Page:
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A longer and more authoritative account of St Ethelbert's life can be found in an essay entitled "ST. ETHELBERT OF EAST ANGLIA, KING AND MARTYR". Translated from Russian to English by Dmitri Lapa and originates from the Russian Orthodox Church. 



Although there is no first hand account of the infamous story of King Offa of Mercia (born AD740; King from AD757; died AD796) and King Ethelbert of East Anglia whose reign lasted from about AD779 until AD794, it is the main story of Sutton Walls. According to chroniclers it was suggested bachelor King Ethelbert and King Offa's daughter (Alfreda or Etheldritha) were to be married at Offa's Palace at Sutton (this Palace was presumed to be on Sutton Walls a prominent Iron Age Hillfort). Ethelbert's journey from East Anglia was said to be overshadowed by an earthquake and other disasters which left the King wary of his encounter with the mighty King Offa. It would be likely that Offa had ambition of claiming or having influence over East Anglia through this marriage of his daughter with the King of the East Anglia. 


​It is said by historians that Offa's wife Cynethryth poisoned her husband's mind saying that Ethelbert had hostile intentions to claim Mercia and that Ethelbert should be killed. King Ethelbert was welcomed to the palace and some point before the marriage ceremony his courtiers were imprisoned and murdered. Ethelbert was beheaded and his remains buried by the River Lugg near Marden. At the point where the body lay, a spring of water rose up and is allegedly the site of a well that survives to this day in Marden Parish Church.


​Later Ethelbert's body was carried on a cart towards Hereford. On route, at a village named Lyde, his head fell from the cart and landed close by to a blind man whose sight was miraculously restored. Later in the journey the cart stopped again and a fresh well gushed from the ground. This is now known as St. Ethelbert's Well on Castle Green.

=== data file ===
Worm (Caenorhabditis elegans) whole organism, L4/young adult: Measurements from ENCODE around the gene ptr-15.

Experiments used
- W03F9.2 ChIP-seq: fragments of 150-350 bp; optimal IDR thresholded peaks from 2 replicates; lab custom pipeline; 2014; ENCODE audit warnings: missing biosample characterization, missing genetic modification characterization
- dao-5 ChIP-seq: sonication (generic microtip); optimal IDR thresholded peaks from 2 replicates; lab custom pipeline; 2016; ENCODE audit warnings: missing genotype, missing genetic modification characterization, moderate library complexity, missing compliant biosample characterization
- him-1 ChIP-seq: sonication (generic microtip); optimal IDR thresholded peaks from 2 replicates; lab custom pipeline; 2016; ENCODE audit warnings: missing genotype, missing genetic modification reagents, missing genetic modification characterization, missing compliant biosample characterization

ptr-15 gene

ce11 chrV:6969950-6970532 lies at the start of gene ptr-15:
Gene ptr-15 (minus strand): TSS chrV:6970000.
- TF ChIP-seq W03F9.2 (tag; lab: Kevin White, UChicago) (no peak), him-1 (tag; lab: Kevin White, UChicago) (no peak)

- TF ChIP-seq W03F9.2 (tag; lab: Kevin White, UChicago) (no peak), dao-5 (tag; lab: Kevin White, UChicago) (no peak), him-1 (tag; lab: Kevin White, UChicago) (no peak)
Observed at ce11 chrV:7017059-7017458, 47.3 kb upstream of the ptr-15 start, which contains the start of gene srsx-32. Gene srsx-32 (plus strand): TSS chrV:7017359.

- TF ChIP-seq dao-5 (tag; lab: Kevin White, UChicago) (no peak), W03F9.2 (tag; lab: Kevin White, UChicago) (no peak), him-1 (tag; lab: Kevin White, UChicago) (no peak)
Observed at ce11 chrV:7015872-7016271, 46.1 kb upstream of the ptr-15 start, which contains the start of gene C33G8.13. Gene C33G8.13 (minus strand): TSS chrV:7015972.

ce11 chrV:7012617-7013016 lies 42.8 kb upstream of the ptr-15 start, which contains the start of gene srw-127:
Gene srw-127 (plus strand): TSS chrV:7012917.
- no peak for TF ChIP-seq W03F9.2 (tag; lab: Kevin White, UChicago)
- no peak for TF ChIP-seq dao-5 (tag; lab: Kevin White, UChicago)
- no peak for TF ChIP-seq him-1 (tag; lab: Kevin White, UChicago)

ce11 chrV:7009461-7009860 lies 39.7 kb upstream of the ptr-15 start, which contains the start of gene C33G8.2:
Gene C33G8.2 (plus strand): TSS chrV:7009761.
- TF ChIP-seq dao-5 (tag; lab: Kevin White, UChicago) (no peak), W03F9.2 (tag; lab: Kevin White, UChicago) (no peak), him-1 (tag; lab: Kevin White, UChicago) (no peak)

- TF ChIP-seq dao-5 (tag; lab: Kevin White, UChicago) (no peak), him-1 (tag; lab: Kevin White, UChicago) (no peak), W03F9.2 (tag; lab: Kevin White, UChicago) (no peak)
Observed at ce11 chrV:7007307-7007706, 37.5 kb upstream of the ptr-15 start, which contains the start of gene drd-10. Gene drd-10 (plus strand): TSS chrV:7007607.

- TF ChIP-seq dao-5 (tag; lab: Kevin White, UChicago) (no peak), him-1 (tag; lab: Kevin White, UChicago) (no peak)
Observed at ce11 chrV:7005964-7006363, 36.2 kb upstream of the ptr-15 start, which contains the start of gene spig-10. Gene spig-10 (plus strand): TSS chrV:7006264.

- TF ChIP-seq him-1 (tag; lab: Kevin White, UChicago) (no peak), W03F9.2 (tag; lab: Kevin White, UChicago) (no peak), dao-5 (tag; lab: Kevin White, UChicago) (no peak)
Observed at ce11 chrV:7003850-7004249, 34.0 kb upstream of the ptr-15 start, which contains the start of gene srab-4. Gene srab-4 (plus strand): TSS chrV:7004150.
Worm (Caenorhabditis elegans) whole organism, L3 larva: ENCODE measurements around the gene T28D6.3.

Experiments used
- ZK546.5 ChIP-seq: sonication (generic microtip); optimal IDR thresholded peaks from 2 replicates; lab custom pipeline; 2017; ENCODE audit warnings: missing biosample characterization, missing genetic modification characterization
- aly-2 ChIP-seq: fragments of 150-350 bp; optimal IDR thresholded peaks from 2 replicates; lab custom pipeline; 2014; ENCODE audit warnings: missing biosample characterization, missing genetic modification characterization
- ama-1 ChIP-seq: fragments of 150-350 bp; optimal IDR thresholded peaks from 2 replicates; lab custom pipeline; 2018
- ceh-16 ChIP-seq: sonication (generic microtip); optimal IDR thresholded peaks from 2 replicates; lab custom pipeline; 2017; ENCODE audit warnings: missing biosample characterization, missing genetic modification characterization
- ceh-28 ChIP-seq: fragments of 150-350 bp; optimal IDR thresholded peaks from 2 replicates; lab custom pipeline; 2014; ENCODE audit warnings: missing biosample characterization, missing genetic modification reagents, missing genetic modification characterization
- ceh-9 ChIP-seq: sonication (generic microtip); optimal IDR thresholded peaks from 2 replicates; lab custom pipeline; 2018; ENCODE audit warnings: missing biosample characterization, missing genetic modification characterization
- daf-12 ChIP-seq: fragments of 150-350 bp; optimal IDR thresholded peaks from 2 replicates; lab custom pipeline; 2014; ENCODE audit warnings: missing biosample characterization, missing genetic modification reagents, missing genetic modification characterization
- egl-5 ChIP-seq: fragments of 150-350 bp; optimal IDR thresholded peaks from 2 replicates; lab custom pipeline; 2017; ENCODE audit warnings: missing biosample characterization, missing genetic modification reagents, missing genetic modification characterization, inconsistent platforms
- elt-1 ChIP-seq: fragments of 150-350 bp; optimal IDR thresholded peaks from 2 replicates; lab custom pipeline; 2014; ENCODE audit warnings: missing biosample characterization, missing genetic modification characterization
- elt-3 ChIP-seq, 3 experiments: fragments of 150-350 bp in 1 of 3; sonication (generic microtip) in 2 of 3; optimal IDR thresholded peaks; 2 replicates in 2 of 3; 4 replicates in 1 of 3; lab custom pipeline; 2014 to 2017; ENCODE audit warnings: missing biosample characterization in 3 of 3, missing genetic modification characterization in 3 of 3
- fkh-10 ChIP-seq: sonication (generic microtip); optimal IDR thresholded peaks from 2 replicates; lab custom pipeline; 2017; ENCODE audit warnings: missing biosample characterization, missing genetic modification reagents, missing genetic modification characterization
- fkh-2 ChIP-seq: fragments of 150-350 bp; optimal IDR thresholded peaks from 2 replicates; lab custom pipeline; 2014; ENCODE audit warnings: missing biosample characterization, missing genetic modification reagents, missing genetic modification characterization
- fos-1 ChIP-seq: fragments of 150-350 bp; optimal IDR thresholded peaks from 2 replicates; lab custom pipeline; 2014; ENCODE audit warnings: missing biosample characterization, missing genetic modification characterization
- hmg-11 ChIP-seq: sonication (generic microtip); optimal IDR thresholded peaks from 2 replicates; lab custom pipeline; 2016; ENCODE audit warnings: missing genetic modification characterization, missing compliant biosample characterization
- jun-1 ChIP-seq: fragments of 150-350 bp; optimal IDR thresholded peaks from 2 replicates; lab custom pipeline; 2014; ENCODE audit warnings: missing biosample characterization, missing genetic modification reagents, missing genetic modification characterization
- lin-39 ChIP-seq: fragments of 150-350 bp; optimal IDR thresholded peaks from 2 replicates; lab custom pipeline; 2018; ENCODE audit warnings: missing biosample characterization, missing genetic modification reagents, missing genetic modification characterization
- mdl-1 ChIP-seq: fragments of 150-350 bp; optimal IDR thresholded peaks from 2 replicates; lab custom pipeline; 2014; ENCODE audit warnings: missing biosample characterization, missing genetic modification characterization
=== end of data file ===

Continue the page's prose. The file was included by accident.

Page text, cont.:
​Offa suffered great remorse for the murder and built churches, and monasteries on the instruction of the Pope in expiation, following his visit to Rome.

Posthumously Ethelbert was canonised and a small stone church dedicated to Ethelbert is said to have replaced a simple timber one at the site of Hereford Cathedral in about 830. Saint Ethelbert’s shrine can be visited in Hereford Cathedral which is still dedicated to his name and that of the Blessed Virgin Mary.


At Sutton Walls archaeological digs in the late 1940's to early 1950's by the eminent archaeologist Kathleen Kenyon, revealed Iron Age and Roman remains including a number of skeletons. A group of twenty-four skeletons found near the base of the ramparts show battle wounds and possible beheadings, and there is ongoing debate whether these are Iron Age people slain by the Romans as they moved westward to subjugate the inhabitants of the west and Wales in AD49-79 or the murdered courtiers of King (later Saint) Ethelbert.

A ninth century Celtic bell of a form usually associated with a Saint’s shrine, was dredged from a pond adjacent to Marden Church in 1848. There are a number of local legends about a missing bell including a mermaid myth story, but the bell is undoubtedly linked to Saint Ethelbert and where he was laid following his murder. The bell is displayed at Hereford Museum.

The mosaic in front of the High Altar in Hereford Cathedral.

Shrine to St. Ethelbert the King in Hereford Cathedral.

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